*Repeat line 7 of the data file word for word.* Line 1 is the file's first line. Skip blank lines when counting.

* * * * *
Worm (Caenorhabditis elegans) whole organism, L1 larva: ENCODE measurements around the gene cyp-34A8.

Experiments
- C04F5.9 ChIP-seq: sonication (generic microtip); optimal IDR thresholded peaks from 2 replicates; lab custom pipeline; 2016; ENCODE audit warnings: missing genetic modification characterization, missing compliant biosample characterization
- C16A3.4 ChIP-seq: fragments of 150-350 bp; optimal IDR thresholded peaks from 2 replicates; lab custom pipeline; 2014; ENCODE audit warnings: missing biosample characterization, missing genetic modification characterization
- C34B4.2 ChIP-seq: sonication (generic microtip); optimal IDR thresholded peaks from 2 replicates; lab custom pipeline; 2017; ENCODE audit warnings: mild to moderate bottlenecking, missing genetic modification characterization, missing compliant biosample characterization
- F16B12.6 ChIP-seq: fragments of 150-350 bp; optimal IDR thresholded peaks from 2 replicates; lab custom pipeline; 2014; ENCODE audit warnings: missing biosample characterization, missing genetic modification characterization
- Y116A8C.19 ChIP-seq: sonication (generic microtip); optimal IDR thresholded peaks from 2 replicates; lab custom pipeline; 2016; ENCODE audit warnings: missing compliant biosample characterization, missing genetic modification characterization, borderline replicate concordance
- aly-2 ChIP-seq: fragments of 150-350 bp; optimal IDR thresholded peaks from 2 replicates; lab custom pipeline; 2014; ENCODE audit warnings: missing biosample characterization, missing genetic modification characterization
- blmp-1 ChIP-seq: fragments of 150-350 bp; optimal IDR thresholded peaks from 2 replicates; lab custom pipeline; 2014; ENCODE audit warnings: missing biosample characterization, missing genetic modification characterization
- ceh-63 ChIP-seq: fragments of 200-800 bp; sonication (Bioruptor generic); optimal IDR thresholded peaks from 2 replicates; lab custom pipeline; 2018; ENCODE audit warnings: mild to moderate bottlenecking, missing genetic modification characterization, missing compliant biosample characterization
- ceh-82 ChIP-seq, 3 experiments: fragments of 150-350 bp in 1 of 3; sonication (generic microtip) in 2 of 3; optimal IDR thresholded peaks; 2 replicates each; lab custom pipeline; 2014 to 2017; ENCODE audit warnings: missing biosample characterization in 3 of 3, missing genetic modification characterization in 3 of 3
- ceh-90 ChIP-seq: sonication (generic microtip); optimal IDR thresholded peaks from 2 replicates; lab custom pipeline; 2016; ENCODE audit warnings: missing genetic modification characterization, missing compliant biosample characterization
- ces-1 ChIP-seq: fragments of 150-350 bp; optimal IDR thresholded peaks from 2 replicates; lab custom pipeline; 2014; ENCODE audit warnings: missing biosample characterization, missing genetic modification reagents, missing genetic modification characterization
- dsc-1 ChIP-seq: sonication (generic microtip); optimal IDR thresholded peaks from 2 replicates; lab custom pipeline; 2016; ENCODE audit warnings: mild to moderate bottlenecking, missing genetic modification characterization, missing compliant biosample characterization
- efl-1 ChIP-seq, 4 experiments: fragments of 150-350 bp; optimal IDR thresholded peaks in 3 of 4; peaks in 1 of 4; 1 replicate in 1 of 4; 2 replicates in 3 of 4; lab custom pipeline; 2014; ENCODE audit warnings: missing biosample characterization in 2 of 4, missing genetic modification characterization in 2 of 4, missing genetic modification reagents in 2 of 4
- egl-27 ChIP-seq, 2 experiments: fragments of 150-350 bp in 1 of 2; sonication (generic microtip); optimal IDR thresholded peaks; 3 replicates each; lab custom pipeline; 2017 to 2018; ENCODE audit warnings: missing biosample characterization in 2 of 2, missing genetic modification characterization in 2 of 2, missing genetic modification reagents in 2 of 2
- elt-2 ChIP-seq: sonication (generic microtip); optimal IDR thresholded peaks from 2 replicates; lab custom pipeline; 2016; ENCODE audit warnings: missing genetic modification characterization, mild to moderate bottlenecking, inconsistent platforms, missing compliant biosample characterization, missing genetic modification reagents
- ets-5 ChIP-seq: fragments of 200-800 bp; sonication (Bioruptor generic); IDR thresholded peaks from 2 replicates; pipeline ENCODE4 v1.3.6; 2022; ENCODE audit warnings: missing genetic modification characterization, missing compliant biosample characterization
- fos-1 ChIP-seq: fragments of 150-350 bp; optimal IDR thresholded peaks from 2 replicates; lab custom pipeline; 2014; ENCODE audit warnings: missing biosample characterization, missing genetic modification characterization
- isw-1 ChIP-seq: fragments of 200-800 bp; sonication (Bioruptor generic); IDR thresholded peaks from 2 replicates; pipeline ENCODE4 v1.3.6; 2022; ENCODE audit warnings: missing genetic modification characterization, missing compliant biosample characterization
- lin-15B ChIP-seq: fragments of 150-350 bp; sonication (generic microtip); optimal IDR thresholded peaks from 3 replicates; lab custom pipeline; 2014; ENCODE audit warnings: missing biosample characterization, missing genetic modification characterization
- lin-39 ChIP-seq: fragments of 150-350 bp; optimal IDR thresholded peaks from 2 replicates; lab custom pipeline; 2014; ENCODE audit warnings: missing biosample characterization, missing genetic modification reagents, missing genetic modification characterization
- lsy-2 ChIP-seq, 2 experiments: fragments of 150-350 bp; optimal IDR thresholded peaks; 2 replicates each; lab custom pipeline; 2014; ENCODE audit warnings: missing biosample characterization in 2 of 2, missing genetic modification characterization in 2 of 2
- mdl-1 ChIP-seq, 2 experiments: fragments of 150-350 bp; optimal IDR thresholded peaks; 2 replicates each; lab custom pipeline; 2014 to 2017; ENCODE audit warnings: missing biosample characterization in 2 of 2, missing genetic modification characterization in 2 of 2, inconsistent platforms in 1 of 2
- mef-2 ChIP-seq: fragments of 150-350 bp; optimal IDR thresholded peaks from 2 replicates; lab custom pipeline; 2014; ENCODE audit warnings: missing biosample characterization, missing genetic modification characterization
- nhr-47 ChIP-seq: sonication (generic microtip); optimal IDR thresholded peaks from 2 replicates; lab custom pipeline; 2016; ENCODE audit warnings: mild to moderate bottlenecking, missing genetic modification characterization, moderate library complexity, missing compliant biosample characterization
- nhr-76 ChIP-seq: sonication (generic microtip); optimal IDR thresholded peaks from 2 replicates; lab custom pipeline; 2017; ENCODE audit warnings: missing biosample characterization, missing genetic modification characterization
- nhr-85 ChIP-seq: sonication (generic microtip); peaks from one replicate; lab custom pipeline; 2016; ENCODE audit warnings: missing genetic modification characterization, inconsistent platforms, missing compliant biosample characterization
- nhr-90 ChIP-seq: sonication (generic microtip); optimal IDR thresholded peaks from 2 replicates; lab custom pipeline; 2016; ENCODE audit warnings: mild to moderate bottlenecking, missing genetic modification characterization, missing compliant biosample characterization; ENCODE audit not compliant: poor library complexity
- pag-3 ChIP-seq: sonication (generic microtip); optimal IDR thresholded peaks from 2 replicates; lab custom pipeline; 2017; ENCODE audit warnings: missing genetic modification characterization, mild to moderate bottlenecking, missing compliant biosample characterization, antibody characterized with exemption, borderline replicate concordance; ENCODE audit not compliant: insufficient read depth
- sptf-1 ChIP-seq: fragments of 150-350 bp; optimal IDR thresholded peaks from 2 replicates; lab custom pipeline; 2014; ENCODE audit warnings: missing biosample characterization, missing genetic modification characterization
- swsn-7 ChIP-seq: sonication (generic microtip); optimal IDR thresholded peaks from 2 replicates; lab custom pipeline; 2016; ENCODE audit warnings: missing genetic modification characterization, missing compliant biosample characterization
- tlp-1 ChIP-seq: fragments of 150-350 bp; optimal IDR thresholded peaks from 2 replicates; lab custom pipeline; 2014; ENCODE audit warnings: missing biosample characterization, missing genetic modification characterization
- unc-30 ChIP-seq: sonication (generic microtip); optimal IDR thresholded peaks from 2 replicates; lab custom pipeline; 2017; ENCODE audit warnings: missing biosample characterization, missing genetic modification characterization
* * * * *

- Y116A8C.19 ChIP-seq: sonication (generic microtip); optimal IDR thresholded peaks from 2 replicates; lab custom pipeline; 2016; ENCODE audit warnings: missing compliant biosample characterization, missing genetic modification characterization, borderline replicate concordance